Over the past decade, Bhutan's horticulture sector has faced escalating challenges, marked by a notable decline in fruit yields due to diseases and pests. Key cash crops, notably oranges and apples, have seen production drops exceeding 50% between 2012 and 2022.

In 2012, Bhutan boasted 306,181 apple trees, of which 243,967 were bearing fruit, yielding 7,666 metric tonnes (MT) of apples. Fast forward to 2022, the number of apple trees decreased to 175,331, with 119,688 bearing fruit, and production plummeted to 2,222.94 MT, as per agricultural statistics.

The yield per tree also saw a significant decline, dropping from 31.42kg per tree in 2012 to 18.6kg per tree in 2022.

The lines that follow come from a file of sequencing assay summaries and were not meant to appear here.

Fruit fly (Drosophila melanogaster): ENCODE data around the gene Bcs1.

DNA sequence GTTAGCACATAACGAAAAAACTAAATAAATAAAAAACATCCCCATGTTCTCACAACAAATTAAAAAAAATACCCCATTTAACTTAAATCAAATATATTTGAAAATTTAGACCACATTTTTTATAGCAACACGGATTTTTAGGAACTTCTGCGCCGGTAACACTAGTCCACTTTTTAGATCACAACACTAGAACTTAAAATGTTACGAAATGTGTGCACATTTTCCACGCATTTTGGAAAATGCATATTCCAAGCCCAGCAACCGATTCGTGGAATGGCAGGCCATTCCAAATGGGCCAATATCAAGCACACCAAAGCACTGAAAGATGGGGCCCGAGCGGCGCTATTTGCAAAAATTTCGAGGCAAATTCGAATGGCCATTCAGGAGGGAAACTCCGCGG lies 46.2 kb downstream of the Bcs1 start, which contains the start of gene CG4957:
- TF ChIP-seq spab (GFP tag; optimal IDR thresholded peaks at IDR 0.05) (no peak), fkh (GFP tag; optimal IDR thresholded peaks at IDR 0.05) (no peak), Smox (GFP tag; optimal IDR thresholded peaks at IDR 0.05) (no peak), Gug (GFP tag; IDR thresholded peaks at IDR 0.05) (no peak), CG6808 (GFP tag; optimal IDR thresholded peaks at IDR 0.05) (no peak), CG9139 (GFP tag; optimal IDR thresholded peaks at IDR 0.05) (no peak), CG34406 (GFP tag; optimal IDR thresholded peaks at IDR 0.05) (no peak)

Agricultural officers attribute this decline in horticultural production to climate change. They cite woolly aphids, brown rot, collar rots, and apple scab diseases as prevalent issues across apple-growing districts in the north.

"Fruits are particularly vulnerable to climate change due to their longer establishment duration," explains an agriculture officer. "With climate change, Bhutan is witnessing more frequent extreme weather events, resulting in widespread crop damage and livelihood disruptions."

The officer highlights how global warming has significantly impacted the chilling requirement of temperature-sensitive fruits like apples. "Studies indicate a projected decline in winter chill, crucial for many fruits and nuts grown in temperate regions."

Source: www.nationthailand.com